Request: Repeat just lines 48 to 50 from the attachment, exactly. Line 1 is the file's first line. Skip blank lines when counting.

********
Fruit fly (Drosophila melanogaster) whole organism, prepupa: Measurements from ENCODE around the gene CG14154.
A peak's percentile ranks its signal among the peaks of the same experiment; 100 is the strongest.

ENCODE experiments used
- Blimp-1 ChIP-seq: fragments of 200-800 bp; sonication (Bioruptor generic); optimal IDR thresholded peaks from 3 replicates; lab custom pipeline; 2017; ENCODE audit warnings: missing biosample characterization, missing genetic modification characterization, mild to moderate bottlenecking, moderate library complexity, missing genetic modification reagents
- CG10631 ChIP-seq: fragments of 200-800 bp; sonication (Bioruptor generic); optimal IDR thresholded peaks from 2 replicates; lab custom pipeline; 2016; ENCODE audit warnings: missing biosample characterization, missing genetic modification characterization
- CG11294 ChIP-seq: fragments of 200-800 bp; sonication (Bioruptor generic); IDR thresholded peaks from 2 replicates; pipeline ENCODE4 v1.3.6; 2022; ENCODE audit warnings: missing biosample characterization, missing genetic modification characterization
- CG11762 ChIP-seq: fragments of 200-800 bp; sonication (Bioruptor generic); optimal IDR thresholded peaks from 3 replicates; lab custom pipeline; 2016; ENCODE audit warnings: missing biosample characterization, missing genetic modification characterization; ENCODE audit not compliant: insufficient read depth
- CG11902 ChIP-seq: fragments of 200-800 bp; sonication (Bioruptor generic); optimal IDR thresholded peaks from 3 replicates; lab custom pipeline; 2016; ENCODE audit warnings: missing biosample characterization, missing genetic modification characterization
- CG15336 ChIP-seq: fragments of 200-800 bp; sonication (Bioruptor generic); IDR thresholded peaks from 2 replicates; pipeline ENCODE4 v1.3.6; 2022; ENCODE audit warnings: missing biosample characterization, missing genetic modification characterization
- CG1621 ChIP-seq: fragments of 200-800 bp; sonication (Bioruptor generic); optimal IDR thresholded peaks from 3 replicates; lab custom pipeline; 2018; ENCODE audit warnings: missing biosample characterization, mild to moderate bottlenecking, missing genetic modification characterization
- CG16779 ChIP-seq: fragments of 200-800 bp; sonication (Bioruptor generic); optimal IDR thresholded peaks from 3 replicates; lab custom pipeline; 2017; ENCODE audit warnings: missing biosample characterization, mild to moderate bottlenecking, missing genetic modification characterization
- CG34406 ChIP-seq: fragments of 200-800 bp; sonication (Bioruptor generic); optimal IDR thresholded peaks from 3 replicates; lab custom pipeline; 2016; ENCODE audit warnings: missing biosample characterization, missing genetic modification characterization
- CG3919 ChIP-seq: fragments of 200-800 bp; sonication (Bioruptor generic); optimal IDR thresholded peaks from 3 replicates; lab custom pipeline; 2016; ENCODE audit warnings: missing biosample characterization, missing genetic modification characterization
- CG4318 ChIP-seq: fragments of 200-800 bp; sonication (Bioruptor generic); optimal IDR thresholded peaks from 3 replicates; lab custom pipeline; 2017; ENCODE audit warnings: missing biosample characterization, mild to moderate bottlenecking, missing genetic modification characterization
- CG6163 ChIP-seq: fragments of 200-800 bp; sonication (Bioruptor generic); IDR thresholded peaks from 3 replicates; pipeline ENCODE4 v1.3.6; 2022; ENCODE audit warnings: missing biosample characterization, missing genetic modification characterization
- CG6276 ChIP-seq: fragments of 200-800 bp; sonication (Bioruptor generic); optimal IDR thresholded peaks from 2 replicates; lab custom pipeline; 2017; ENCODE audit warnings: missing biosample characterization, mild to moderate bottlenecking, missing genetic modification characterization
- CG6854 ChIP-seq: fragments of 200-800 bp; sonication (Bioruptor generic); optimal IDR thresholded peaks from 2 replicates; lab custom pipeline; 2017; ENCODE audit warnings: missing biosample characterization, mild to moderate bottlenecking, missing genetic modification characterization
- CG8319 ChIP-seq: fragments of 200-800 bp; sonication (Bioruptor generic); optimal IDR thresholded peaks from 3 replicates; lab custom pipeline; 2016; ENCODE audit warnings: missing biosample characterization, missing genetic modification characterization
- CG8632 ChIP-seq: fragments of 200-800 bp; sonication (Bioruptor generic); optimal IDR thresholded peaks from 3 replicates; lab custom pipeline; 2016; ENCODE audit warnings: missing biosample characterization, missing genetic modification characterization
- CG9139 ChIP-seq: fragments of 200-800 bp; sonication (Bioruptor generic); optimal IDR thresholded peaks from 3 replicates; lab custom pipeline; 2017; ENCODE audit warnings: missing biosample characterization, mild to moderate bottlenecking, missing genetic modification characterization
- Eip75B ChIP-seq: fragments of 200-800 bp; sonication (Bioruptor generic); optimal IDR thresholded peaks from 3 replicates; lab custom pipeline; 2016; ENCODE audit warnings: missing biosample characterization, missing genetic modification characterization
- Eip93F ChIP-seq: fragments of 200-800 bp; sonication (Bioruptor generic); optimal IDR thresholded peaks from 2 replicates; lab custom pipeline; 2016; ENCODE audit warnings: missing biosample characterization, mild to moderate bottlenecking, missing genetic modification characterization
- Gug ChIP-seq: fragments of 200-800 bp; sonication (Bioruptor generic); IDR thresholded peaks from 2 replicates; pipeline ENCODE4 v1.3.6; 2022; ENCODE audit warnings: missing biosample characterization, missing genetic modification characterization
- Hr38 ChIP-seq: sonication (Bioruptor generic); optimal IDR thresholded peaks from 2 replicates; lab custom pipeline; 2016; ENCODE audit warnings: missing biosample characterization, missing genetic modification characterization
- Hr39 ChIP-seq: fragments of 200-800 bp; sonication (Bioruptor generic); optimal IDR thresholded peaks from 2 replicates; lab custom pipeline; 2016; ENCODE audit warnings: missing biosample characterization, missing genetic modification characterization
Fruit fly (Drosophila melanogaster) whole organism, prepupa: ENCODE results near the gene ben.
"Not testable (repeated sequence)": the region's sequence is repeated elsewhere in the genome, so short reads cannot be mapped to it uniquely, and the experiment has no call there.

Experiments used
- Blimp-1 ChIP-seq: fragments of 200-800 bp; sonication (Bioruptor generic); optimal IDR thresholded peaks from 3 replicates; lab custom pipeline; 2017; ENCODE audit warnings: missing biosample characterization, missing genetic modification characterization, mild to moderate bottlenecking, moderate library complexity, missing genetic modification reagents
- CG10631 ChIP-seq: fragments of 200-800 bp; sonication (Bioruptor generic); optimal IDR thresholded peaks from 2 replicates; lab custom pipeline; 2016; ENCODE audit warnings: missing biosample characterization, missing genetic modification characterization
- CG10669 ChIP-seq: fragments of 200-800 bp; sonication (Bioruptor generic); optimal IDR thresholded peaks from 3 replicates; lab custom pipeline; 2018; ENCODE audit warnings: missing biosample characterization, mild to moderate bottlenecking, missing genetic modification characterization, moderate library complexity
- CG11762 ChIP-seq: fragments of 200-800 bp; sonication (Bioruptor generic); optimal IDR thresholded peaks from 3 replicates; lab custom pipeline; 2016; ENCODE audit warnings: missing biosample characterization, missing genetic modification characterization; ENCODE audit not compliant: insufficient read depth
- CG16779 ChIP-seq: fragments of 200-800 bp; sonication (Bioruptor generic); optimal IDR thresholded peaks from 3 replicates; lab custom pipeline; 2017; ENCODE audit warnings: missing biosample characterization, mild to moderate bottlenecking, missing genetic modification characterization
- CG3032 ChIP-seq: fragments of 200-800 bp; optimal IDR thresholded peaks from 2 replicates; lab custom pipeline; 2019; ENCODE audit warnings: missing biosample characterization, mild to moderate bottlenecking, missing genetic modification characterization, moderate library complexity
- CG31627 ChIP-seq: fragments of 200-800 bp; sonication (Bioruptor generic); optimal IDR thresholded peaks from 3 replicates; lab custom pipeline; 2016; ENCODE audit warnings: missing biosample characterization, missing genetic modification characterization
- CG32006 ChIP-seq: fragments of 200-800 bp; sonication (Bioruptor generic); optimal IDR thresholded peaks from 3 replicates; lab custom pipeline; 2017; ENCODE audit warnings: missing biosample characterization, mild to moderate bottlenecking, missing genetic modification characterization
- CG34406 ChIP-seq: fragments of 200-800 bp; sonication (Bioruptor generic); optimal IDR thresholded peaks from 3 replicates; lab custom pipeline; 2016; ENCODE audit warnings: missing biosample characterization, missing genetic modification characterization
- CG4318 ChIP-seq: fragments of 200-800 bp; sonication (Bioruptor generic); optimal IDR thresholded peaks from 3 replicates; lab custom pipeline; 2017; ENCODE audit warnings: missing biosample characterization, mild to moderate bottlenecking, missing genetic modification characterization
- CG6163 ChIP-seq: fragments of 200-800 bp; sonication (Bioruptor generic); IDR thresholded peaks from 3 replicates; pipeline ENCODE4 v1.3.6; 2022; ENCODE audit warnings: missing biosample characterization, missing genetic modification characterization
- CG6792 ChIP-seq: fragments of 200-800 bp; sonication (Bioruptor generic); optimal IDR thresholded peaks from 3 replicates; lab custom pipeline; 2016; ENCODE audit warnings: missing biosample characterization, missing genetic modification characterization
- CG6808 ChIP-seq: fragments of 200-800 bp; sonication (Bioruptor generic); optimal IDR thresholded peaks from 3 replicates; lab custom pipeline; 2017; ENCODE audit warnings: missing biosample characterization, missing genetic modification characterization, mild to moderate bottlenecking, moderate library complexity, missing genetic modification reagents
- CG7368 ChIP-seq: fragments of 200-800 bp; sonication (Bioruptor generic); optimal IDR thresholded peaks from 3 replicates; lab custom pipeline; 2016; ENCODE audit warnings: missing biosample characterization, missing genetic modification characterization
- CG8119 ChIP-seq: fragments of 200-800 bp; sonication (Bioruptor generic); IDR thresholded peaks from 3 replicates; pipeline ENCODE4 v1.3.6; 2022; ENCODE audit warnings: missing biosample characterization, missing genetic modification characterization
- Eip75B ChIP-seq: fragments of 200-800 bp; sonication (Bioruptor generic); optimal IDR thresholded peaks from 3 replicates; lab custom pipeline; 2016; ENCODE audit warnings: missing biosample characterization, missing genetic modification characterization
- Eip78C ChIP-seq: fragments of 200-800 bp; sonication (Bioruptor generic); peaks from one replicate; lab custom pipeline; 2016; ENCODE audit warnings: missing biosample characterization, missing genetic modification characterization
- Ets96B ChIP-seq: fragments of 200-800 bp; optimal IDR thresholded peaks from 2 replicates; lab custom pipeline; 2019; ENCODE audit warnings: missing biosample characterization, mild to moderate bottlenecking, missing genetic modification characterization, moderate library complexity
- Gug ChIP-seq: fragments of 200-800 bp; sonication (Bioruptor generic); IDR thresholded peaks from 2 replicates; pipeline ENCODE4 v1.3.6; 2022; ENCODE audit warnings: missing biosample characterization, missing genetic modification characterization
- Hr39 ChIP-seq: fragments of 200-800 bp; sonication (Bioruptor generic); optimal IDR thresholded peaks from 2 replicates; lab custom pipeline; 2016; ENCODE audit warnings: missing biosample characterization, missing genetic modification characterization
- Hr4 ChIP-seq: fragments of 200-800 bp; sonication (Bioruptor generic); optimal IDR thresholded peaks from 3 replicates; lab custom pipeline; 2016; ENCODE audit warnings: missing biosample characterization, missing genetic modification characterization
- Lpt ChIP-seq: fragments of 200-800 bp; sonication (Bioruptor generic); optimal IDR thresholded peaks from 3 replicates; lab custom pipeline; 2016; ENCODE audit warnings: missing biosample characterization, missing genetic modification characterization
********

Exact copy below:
- Hr39 ChIP-seq: fragments of 200-800 bp; sonication (Bioruptor generic); optimal IDR thresholded peaks from 2 replicates; lab custom pipeline; 2016; ENCODE audit warnings: missing biosample characterization, missing genetic modification characterization
- Hr4 ChIP-seq: fragments of 200-800 bp; sonication (Bioruptor generic); optimal IDR thresholded peaks from 3 replicates; lab custom pipeline; 2016; ENCODE audit warnings: missing biosample characterization, missing genetic modification characterization
- Lpt ChIP-seq: fragments of 200-800 bp; sonication (Bioruptor generic); optimal IDR thresholded peaks from 3 replicates; lab custom pipeline; 2016; ENCODE audit warnings: missing biosample characterization, missing genetic modification characterization